Bizou made everyone feel welcome. I was as likely to be sitting at the bar with San Francisco’s movers and shakers as one of the construction workers stopping in for a meal after a day working to change the face of SOMA. Tonight someone speaking Spanish, and from my guess, trying to sell something stopped by. The staff called over Christine, who speaks Spanish to explain the restaurant was closing and would not be there in a few weeks. On a night that was busy, they were kind to this man and took some time with him. It has always been that way.

I know the staff at Bizou don’t read Chowhound, so they won’t read this.

However, thank you Sean for always making sure I was comfortable. I learned a lot about wine. Your excellent suggestions always made the dinner so much more enjoyable.

Thank you Christine. Although I only sat at your table once, I enjoyed knowing you and talking to you. You always were a great backup when Stacy was out.

Thank you to the other waiters, I’m embarrassed to say, I forget your names because you don’t wait on me that often. I may not know your names, but I always appreciated your fine service.

Especially thank you Stacy. My usual seat was at the corner in the bar, so Stacy was the person I talked to the most. She is the most adept and amazing bartender I have ever seen.

I remember some twenty something guys came in one night after partying a bit too much. They were getting a little boisterous. Stacey talked to them and told them basically they needed to behave and not bother the rest of the customers. I was vastly amused when they all sincerely said in chorus “Yes, Stacy” and they behaved. You didn’t cross Stacy or you were banned from Bizou like the unfortunate man would drink a bottle of sauterne and it started to get out of hand.

I enjoyed the conversations at the bar as much as the food.

My life has changed as much as the Soma district during that time. In that time I came to Bizou to celebrate and I came to Bizou to mourn. For much of that time my mother who had Alzheimer’s was in a nursing home. When things got rough I know I could come to Bizou for a little refuge from life’s problems, eavesdrop on the conversations in the bar and be comforted by the wonderful meal. No matter what the situation I always felt a little better leaving Bizou.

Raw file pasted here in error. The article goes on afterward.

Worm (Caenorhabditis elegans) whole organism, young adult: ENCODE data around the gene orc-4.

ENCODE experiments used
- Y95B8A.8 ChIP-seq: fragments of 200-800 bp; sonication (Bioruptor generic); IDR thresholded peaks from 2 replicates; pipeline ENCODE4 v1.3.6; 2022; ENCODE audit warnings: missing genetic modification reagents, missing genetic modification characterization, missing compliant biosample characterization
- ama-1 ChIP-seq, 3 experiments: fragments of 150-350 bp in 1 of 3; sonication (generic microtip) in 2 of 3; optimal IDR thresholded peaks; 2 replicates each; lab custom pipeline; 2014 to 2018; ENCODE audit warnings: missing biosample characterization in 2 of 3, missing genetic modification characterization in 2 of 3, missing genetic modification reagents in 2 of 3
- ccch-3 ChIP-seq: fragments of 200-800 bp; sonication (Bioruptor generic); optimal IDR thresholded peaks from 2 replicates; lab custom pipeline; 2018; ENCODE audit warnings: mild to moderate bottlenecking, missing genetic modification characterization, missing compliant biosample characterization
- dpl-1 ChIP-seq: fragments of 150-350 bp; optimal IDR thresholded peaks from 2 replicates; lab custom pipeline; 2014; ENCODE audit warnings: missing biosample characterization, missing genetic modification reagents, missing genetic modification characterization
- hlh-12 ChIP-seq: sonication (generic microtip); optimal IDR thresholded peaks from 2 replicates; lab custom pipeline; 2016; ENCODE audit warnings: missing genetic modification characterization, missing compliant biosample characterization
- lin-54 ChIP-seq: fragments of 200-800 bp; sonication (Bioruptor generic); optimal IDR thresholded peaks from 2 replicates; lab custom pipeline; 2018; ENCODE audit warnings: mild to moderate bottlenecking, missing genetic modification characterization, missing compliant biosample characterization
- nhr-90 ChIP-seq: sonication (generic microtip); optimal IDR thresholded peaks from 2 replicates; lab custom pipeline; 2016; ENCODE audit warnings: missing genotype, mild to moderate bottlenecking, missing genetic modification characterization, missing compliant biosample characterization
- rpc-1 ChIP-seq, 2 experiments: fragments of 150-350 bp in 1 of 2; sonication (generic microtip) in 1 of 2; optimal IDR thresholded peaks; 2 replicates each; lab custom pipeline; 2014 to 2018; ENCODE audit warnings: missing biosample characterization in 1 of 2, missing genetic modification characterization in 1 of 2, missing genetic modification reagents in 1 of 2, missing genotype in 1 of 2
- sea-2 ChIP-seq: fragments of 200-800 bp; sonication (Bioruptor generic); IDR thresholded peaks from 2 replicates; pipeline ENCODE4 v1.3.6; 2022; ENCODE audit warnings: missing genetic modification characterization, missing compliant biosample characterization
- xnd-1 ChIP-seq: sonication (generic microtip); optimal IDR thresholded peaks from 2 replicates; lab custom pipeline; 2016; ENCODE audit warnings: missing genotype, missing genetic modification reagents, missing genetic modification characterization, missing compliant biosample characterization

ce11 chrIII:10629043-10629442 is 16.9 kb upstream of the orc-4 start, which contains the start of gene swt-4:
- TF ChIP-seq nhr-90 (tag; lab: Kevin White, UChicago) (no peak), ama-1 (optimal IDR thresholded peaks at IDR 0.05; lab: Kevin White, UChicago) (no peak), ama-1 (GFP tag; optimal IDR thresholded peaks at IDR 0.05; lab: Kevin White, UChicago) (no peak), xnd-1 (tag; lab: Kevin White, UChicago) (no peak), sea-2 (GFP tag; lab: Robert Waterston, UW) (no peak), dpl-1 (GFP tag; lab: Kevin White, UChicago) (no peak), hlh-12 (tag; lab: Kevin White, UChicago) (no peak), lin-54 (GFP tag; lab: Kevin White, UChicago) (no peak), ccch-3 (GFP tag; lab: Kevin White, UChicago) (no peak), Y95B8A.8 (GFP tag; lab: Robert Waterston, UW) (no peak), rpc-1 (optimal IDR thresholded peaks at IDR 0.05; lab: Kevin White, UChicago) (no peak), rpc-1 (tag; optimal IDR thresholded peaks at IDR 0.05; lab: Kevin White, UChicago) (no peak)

My heart tugged a little with each dish I ordered. I was sad when Stacy knew what I liked and made the appropriate suggestions. I don’t have that relationship at another restaurant. I was sad that I could no longer look forward to another great squid or braised pork dish. Where will I get my comfort food now?

I gazed out into the bustling restaurant with the candles flickering and saw the end of an era. It was almost like watching shadows of the past.

So thank you Loretta. Of all the cooking Kellers in the Bay Area, your food outshines everyone. The night of my one and only lunch at French Laundry, I stopped by Bizou because I needed a dish that wasn’t clever, just delicious.

I always thought that the quality and creativity of Bizou and Chez Panisse were similar and that makes them both my favorites. However much I love Chez Panisse, it was a special occasion restaurant … and even then, I preferred to spend my special occasions at Bizou.

That was a wonderful restaurant you created. You chose a warm knowledgeable staff that made Bizou as much as the food. There was a time or two that I was early and sat at the bar while the staff was being trained about what was on the menu. The restaurant was run like a restaurant should be run.

I wish I had the time to do this post justice. It is quick and off the top of my head (and after quite a few glasses of wine at Bizou). However, I’m going to be off the internet for a while and this was my last chance to post and let people know about the specials that were up coming.

And PaulH … I’ll be there closing night at my usual seat in the corner of the bar. Let’s finally meet. Stop by and say hi. If you are not sure who I am, tell Stacy you are looking for Krys.

Bizou was all about the food and yet managed to be much, much more. And when you can do that, it is something special.

Link: http://www.bizourestaurant.com/welcom...